No magic required, just basic network operations. Connect 10/100Gbps ports between Comcast and Cogent, change a couple of lines of config and traffic is off the congested port and onto the new peering link. Some reports have said Netflix is paying for 'priority' access now. Can any Comcast users with Wireshark look at the TOS bits and see if this is happening?

      "If a ISP can feel free to ignore is public backbone commitments in exchange for juicy dedicated peering contracts where do you think we will be in 10-15 years."

      With a better user experience. Currently their are no 'public backbone committments' except in lobbyists minds.

    2. ipghod

      Re: wierd facts

      They aren't peering with comast, they bought transit from them... so, in addition to going straight to a HUGE percentage of endusers, they also get to leverage comcasts peering and transit connections. In other words, they realized they made a mistake on their infrastructure, and they fixed it. There is no point putting a 20k square foot warehouse store in a town with only 1500 people. You have to put that sucker in the middle of a major metropolitan area for it to 'work'.

      Comcast's network capacity has never been the issue. the issue has always been 'how does comcast justify upgrading a peering connection with a carrier that is already hugely lopsided because of one of it's customers'

      pull that one customer off that line and put them somewhere else, and the problem is now fixed. What do you know! maybe those guys who RUN THE NETWORK actually know something about... mmmm, RUNNING THE NETWORK? <insert BOFH moment>

      there is no such thing as a 'public backbone commitment'. In fact, there is no such thing as a 'public backbone', nor has their been in the US. The only portions of network that could be considered owned by the public would be the private networks maintained by government and Internet2 which is pretty much all university and research facility stuff.

      Internet peering is an amazingly pure form of commerce. It doesn't matter how big a footprint you have, it doesn't matter how many customers you have. The only thing that matters is if you have something a peer wants/needs to make THEIR network better, or the color of your money.

      injecting all these conspiracy theories about 'the man keeping us DOWN' simply illustrates someone recognizing their business plan didn't take into account the realities of their transport costs. I mean, damn... Looking at the Net Neutrality: what you need to know page is a laundry list of things to be afraid of. THEY EVEN THROW DOWN THE RACE CARD! cause you know, ISPs have so much spare time laying around, they can take the time to censor your website if you are promoting some kind of minority rights campaign...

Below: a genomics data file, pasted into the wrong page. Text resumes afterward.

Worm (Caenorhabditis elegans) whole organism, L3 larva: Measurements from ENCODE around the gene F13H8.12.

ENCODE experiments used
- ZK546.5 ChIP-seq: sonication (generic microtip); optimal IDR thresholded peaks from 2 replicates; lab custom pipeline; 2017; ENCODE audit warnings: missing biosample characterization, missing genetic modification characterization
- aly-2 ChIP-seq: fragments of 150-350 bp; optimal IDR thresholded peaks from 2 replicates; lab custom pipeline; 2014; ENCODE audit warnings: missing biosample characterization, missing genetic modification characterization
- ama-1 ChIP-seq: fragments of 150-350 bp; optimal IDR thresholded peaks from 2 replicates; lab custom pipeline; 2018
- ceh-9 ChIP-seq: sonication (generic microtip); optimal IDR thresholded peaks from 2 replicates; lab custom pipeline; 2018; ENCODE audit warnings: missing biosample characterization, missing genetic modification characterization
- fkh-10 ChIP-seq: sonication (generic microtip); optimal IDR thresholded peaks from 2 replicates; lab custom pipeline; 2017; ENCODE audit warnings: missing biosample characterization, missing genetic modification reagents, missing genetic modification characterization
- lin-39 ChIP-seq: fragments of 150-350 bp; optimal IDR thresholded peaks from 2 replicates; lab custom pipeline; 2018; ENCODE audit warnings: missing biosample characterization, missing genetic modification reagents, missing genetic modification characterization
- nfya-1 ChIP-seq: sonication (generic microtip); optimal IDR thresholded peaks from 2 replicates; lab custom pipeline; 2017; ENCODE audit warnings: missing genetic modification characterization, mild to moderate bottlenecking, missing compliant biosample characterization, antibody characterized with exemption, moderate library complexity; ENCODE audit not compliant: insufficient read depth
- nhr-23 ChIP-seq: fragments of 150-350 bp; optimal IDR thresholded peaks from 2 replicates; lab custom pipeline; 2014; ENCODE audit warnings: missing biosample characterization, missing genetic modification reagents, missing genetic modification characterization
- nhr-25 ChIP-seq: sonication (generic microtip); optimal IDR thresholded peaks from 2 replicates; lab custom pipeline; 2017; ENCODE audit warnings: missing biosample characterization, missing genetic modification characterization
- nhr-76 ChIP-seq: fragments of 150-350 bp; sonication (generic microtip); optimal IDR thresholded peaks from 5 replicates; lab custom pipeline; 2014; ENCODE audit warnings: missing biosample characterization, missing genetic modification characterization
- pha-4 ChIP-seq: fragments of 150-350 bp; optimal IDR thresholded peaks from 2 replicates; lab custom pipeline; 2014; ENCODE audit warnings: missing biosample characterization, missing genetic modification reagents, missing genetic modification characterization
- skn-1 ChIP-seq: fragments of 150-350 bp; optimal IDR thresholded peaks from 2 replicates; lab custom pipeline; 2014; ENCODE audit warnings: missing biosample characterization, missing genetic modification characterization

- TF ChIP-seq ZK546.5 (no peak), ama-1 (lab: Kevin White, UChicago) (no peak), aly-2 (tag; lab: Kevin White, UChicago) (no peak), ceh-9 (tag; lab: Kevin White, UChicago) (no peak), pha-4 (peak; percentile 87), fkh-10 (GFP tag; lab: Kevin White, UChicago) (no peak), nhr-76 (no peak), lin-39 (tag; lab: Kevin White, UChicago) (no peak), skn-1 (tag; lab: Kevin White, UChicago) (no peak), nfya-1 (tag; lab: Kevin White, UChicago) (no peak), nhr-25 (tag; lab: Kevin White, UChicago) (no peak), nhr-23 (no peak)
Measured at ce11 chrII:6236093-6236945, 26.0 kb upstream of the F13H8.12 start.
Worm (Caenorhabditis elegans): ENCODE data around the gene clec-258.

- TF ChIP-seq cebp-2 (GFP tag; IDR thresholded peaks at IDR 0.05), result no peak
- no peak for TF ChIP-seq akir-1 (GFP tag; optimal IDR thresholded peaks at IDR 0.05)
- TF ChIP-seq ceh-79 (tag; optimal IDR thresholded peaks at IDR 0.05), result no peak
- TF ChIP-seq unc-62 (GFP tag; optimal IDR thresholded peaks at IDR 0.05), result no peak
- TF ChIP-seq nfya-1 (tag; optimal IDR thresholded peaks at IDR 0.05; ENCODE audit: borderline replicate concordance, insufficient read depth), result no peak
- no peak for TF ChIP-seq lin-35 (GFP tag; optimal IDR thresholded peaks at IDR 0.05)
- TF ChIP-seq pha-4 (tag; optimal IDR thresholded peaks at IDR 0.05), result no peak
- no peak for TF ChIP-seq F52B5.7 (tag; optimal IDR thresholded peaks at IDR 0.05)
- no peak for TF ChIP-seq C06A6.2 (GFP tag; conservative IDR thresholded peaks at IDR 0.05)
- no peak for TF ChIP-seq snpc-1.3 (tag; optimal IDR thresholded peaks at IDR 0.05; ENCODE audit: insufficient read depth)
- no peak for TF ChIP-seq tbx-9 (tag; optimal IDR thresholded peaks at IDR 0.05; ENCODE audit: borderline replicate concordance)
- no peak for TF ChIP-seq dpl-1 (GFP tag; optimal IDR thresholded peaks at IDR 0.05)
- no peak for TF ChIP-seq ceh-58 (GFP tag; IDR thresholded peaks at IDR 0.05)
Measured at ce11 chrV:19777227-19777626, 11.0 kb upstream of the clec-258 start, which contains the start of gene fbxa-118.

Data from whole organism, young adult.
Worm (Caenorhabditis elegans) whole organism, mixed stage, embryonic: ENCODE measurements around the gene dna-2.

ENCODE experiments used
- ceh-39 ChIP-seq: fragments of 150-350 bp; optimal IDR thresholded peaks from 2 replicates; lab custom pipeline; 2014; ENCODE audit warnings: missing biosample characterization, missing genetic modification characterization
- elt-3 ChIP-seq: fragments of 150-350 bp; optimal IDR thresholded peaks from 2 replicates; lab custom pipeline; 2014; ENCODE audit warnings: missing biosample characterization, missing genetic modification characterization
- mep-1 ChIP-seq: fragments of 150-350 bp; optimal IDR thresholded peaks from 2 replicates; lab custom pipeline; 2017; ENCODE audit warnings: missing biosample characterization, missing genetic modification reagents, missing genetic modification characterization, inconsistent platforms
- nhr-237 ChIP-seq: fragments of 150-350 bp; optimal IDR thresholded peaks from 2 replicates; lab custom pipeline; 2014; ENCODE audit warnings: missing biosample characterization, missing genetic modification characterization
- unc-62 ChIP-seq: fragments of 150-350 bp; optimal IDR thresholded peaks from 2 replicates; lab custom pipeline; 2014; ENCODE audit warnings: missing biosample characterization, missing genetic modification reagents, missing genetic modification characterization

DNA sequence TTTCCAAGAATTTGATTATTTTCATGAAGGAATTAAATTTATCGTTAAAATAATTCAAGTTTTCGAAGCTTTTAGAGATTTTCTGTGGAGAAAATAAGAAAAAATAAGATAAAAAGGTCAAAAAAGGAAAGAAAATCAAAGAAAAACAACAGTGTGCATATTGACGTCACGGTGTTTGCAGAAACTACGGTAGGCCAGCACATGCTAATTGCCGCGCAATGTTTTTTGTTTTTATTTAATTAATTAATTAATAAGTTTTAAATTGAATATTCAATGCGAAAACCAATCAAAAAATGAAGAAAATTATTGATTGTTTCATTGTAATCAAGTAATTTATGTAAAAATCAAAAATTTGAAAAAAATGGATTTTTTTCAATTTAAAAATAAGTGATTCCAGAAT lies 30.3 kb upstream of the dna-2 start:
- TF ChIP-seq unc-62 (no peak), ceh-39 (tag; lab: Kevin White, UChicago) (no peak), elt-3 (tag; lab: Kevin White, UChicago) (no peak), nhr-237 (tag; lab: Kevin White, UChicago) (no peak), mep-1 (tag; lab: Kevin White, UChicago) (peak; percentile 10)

big carriers pinching off competitors packets? why would they do that? where is the MONEY in that? because you seem to forget the other side of the coin. once one carrier decides to get cute that way, nothing protects them from an all out war with every other carrier.

      It's happened in the past. anyone remember AGIS? (who's moldy remains are now owned by COGENT) AGIS thought nothing of hosting spam generating customers, which were ACTIVELY blocked by most major carriers at the time. If you had net neutrality, wouldn't everyone be forced to allow such things? They ended up out of business for pushing unwanted data on the rest of us. This is a great example of the good people who actually run the internet, acting independently to maintain the integrity of the system. In virtually every case where someone demands a law be made to help police what goes on online, it's based on a broken assumption.

      COGENT based outages used to be a regular thing on the network, as they would string along their peering partners, blatantly abusing their peering agreements, until they had their plug pulled. I think the last MAJOR pain they caused was when sprint de-peered them in 2008?

      Oddly enough, COGENTS failure to maintain their agreements is also a reason for demanding 'real net neutrality', since their failure results in disruption of the network, other carriers should be FORCED to deal with them. What?